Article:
Night blindness (also known as nyctalopia) is a condition in which someone has trouble seeing in dim light or darkness. This trouble can include a need for the eyes to adjust for an unusually long amount of time when going from light to dark places, like going into a darkened movie theater.
The problem is centered in your retina’s rod cells. These cells function as photoreceptors that convert light rays into electrical signals, creating what brain interprets as images. You have two kinds of photoreceptors in your eyes: rod cells and cone cells.
Rod cells specialize in movement and adaptation to darkness/light while cone cells specialize in distinguishing colors. When your rod cells suffer damage, that’s when night blindness can set in. This could be assessed by the regular eye exams.
Damage to the rod cells can come in many forms. Night blindness itself is actually a symptom of a number of common vision problems rather than a condition in and of itself. Some of those conditions are:
- Cataracts – A condition in which the lens of the eye becomes cloudy, resulting in blurry or distorted vision
- Myopia – Nearsightedness, where close-up objects are clear but far-away objects are blurry
- Glaucoma – Medications used to treat glaucoma can cause night blindness
- Vitamin A deficiency – A lack of pigments needed for your eyes’ photoreceptors to work correctly
- Retinitis pigmentosa – A disease in which there is damage in the retina caused by genetic defects
- Usher syndrome – A genetic condition involving hearing loss and retinitis pigmentosa
Symptoms of night blindness include:
- Abnormal trouble adapting to the dark while driving at night
- Blurry vision when driving in the dark
- Difficulty seeing in places with dim lighting, like your house or a movie theater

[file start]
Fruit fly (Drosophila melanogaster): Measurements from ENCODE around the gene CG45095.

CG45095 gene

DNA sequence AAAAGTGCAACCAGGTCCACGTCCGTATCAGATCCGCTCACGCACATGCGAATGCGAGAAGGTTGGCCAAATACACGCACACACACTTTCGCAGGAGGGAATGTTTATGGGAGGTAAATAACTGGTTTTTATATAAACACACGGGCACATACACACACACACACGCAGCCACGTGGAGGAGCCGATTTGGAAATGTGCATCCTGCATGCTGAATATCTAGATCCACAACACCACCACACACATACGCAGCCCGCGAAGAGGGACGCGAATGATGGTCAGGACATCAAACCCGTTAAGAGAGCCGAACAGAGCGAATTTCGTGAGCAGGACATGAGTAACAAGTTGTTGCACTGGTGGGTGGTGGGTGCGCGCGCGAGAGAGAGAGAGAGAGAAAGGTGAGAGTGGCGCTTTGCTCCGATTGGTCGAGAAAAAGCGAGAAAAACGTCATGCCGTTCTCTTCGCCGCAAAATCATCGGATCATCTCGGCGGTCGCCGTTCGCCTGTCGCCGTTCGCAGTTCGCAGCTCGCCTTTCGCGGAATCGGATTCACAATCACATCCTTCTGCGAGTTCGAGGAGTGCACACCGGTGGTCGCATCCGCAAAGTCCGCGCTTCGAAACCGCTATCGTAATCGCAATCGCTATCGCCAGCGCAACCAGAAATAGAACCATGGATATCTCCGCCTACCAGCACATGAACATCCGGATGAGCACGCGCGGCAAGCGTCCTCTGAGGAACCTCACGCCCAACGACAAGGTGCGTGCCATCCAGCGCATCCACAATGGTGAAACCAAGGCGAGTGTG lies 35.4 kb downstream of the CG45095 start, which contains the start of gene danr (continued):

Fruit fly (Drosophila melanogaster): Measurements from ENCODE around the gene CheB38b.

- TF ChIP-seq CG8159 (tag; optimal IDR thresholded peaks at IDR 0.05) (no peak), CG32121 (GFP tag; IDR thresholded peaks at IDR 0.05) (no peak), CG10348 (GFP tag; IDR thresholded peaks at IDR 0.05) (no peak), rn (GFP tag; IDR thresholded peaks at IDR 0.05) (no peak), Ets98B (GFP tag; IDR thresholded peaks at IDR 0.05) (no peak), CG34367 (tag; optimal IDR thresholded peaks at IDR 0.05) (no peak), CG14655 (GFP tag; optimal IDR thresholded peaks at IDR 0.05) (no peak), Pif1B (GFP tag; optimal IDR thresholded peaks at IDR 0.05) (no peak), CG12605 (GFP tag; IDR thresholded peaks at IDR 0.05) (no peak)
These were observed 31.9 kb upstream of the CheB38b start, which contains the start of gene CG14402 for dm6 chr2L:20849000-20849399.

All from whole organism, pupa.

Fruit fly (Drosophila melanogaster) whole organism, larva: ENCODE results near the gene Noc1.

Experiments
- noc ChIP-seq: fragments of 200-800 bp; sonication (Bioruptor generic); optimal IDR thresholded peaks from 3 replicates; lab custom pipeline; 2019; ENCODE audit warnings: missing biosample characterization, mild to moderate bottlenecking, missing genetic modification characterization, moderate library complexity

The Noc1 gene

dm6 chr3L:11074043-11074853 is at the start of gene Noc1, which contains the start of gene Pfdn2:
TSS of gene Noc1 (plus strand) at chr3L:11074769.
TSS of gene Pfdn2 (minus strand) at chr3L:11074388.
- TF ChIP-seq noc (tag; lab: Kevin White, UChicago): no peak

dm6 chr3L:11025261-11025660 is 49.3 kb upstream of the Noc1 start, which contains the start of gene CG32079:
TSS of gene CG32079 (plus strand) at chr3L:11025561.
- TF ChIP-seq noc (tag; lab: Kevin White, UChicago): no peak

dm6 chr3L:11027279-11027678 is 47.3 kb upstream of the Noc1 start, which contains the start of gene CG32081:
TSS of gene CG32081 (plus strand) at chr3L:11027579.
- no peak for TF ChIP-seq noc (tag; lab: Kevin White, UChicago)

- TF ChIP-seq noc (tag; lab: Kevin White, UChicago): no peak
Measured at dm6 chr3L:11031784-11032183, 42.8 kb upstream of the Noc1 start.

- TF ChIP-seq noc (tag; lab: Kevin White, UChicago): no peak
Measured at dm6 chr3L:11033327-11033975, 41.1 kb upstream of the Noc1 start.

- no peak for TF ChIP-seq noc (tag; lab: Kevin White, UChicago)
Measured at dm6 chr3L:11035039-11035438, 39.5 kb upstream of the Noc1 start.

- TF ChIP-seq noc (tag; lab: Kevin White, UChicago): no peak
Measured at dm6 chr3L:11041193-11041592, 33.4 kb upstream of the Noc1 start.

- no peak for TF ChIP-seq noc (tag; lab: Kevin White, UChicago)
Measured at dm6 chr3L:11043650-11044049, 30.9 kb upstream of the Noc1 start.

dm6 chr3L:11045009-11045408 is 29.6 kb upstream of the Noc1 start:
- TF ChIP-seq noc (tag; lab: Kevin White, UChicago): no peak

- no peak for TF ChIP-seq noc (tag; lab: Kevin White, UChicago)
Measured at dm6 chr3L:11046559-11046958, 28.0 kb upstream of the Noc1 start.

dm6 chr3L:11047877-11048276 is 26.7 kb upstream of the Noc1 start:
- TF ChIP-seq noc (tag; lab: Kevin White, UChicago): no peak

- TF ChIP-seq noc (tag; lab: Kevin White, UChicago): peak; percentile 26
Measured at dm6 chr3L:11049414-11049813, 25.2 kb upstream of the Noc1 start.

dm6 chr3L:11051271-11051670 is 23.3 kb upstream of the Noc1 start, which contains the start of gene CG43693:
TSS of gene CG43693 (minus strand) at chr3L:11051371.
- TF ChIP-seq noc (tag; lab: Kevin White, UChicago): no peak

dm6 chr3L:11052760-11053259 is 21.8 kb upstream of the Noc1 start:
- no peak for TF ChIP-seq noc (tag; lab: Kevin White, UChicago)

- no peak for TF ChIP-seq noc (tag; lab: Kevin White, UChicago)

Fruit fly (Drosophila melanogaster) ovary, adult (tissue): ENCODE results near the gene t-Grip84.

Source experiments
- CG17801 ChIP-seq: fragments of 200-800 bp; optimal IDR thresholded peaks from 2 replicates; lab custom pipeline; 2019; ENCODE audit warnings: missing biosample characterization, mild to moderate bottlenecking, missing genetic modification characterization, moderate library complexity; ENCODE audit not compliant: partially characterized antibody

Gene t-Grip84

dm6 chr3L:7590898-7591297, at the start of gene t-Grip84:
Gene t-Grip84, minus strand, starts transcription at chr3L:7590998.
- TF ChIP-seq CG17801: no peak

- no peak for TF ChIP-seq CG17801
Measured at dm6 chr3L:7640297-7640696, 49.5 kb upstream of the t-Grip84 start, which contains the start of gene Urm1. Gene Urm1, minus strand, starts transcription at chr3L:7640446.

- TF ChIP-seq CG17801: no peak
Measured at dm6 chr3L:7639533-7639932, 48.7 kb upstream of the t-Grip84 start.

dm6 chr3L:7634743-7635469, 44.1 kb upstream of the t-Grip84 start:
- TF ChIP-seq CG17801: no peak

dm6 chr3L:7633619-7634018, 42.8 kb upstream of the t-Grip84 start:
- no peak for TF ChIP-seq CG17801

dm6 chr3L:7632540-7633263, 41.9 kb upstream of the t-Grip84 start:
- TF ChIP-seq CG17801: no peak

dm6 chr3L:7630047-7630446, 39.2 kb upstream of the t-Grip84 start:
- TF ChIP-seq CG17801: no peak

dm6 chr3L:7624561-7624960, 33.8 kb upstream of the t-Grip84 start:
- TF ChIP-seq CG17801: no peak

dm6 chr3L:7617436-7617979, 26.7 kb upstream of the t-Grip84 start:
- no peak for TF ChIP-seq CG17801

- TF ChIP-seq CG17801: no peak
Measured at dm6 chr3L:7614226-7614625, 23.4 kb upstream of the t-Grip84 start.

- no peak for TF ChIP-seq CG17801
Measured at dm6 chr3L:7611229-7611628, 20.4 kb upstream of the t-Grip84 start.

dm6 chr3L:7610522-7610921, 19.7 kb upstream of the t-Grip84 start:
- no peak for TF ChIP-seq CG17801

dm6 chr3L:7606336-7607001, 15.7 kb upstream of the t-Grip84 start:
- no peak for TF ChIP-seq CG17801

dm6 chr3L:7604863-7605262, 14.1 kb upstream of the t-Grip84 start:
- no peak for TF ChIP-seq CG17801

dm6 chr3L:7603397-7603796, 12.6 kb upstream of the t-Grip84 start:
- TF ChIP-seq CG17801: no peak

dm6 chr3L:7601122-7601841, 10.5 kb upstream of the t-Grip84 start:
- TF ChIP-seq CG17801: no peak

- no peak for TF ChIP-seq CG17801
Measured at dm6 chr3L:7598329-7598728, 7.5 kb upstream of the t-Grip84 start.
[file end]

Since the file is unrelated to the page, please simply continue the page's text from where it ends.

- Excessive squinting at night
- Trouble adjusting from bright areas to darker ones
- Inability to see pedestrians walking at night
- Reduced contrast sensitivity
Treatments for night blindness vary depending on the cause and can be determined by the eye doctor. If it is cataracts, eye surgery might be the best solution. If it’s myopia, maybe you need a new prescription.
If it’s medications or a vitamin A deficiency, a new medication or supplement may be in order. If it’s retinitis pigmentosa or usher syndrome, your eye doctor can suggest treatment options for your particular symptoms those might include special eyeglasses for vision rehabilitation. As well in rare cases this could be replaced by the contact lens.
One of the biggest challenges to those with night blindness is driving at night. If you have worked with your VSP® network doctor to arrive at an effective solution to your night blindness and have been cleared by your primary physician to drive at night, here are a few ways you can make that activity easier:
- Keep your headlights and windshield clean to emit as much light as possible from your headlights and to decrease the amount of glare on your windshield caused by light reflecting off of dirt or debris as american optometrics suggest.
- Get your headlights aligned so they are illuminating as much of the road as possible (as opposed to shining straight at cars in front of you).
- Adjust your rearview mirror. Some rearview mirrors have a setting made for driving at night to reduce the brightness of lights behind you. Check to see if your mirror allows for this adjustment. If it doesn’t, consider investing in one that does.
- Focus on the lines in the middle of the road and other road markers. The key here is not looking directly at the lights on the roads but focusing on the areas onto which they are shining, such as the lines on the road.
This is blog post by Stephen L. Glasser, O.D., F.A.A.O., an optometrist in Washington, DC.